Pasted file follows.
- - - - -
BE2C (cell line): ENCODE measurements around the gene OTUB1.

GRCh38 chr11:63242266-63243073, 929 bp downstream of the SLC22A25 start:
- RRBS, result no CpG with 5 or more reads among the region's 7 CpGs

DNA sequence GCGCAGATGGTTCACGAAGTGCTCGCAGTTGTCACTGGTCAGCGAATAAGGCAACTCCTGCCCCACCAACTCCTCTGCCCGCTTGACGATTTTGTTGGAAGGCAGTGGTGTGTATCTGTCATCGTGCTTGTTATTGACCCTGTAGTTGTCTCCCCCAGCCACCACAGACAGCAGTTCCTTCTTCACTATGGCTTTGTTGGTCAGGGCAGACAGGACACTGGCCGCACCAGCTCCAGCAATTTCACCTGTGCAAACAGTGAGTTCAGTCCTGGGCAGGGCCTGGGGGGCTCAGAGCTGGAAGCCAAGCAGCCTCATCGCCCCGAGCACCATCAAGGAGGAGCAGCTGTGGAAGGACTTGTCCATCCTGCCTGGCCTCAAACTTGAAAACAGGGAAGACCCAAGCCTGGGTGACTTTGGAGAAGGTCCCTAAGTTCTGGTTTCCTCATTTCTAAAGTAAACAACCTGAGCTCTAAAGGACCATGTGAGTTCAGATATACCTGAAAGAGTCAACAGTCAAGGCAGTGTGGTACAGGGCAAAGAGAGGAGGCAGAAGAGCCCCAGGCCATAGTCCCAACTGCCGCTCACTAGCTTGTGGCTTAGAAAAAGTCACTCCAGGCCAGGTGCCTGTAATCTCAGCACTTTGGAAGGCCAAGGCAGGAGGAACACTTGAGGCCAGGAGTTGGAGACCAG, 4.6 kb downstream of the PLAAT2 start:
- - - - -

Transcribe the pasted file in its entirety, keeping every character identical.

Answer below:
BE2C (cell line): ENCODE measurements around the gene OTUB1.

GRCh38 chr11:63242266-63243073, 929 bp downstream of the SLC22A25 start:
- RRBS, result no CpG with 5 or more reads among the region's 7 CpGs

DNA sequence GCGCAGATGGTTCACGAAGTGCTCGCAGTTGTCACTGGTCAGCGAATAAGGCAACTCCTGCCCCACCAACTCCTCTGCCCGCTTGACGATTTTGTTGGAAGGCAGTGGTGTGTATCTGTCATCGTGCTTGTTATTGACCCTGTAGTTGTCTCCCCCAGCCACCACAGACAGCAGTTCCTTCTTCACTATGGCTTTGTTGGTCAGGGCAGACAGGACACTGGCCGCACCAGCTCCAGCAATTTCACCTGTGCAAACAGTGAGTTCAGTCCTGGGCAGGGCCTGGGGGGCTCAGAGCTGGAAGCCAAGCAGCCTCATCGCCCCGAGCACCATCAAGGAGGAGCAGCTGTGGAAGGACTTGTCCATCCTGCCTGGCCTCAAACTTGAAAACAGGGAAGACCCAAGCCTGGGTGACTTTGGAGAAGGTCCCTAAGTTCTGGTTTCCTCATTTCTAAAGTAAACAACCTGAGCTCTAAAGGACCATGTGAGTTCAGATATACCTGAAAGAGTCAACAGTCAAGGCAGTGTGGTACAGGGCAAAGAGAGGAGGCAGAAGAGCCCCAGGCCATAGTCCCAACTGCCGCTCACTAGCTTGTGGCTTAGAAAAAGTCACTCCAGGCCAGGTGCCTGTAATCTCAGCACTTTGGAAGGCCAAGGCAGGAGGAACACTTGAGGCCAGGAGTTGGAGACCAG, 4.6 kb downstream of the PLAAT2 start: